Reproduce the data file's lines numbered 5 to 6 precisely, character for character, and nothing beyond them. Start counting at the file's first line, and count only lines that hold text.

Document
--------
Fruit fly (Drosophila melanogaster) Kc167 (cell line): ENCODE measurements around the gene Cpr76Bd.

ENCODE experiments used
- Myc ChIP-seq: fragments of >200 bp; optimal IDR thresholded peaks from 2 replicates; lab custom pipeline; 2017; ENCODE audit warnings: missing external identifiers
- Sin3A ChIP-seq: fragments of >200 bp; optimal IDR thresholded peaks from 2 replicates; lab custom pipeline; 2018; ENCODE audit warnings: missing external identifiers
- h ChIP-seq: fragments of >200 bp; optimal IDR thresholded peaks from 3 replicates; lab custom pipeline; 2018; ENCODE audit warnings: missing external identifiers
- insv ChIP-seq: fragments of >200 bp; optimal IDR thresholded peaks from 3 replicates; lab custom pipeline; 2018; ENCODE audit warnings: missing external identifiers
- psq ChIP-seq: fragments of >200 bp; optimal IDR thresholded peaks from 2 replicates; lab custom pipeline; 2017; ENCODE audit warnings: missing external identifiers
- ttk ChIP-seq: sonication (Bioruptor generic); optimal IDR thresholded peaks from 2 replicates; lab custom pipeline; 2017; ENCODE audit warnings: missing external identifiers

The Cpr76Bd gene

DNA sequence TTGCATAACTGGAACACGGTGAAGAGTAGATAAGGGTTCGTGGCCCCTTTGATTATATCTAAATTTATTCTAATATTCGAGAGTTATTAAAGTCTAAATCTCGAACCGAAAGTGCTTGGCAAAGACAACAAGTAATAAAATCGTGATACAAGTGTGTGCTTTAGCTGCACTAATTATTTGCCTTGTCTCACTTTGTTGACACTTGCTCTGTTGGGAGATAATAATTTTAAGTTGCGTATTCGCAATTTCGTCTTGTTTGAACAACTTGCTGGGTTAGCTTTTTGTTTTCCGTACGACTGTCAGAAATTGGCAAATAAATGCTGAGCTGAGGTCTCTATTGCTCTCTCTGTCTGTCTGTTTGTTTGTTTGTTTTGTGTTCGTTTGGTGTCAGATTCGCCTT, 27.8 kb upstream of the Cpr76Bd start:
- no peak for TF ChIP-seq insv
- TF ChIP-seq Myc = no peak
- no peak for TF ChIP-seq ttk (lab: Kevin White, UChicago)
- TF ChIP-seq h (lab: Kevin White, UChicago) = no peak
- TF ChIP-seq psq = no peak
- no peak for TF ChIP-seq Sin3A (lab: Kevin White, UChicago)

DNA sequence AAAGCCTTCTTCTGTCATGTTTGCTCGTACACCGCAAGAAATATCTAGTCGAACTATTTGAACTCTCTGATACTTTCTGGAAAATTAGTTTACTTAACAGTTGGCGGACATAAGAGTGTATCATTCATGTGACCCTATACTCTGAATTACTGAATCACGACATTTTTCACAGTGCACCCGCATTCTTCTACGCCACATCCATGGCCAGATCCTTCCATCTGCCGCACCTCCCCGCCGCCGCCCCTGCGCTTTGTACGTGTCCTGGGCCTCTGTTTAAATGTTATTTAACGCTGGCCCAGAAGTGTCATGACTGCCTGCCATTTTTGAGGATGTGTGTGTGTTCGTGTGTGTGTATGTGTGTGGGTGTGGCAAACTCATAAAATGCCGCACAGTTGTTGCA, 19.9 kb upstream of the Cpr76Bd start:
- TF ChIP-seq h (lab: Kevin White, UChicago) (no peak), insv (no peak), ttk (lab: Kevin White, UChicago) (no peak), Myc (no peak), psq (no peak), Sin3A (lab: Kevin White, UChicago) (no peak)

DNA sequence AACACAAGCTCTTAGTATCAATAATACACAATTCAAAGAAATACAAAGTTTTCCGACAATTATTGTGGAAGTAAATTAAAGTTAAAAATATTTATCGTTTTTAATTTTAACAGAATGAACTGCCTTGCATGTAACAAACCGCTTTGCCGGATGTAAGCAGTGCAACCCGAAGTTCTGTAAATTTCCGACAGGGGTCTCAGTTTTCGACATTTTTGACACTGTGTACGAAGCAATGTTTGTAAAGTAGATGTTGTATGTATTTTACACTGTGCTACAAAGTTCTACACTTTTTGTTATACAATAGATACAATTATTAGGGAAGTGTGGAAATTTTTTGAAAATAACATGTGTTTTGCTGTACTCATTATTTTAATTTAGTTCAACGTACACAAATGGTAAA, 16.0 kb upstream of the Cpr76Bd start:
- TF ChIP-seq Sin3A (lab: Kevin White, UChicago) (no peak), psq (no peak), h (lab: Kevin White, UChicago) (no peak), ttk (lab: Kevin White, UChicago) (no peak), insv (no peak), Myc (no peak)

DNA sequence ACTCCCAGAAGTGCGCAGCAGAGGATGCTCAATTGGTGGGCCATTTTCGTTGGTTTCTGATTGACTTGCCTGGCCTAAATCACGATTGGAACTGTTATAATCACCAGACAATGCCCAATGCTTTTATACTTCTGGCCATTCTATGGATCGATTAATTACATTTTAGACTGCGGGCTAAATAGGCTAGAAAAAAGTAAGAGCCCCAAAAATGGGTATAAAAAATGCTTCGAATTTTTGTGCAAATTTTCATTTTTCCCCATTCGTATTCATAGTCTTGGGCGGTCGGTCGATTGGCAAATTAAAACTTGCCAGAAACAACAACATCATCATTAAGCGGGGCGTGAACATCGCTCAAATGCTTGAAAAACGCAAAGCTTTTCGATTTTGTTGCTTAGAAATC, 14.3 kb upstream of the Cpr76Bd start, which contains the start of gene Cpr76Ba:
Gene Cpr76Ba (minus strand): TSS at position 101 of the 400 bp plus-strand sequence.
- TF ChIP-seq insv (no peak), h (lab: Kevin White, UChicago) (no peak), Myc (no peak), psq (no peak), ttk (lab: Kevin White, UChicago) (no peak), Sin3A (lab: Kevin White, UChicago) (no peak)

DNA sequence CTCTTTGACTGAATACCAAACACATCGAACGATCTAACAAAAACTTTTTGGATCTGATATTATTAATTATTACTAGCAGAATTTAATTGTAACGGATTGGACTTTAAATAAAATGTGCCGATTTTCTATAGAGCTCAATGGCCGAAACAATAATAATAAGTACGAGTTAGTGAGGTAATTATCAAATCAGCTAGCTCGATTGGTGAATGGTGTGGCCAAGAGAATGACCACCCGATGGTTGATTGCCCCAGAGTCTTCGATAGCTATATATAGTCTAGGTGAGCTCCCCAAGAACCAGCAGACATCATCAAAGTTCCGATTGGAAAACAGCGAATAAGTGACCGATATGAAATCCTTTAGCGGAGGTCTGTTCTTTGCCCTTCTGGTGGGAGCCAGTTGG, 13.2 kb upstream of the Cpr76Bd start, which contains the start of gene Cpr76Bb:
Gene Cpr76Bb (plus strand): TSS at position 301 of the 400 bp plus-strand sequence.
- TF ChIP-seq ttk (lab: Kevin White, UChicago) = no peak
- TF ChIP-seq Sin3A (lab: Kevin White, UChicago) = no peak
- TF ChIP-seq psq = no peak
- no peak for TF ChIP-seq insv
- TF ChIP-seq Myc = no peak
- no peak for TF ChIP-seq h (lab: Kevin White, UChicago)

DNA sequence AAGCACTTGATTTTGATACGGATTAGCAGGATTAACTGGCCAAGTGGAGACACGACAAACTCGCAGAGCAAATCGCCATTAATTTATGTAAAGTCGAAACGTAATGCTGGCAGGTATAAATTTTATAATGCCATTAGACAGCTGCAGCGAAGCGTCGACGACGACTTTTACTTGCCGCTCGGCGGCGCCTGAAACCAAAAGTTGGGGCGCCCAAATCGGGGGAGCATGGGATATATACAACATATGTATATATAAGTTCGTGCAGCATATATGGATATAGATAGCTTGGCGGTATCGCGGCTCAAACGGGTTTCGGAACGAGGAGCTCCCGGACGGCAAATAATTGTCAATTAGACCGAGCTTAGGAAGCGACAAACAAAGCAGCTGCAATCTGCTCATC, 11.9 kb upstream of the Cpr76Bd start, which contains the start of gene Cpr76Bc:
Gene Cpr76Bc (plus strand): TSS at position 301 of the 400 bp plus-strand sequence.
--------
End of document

- h ChIP-seq: fragments of >200 bp; optimal IDR thresholded peaks from 3 replicates; lab custom pipeline; 2018; ENCODE audit warnings: missing external identifiers
- insv ChIP-seq: fragments of >200 bp; optimal IDR thresholded peaks from 3 replicates; lab custom pipeline; 2018; ENCODE audit warnings: missing external identifiers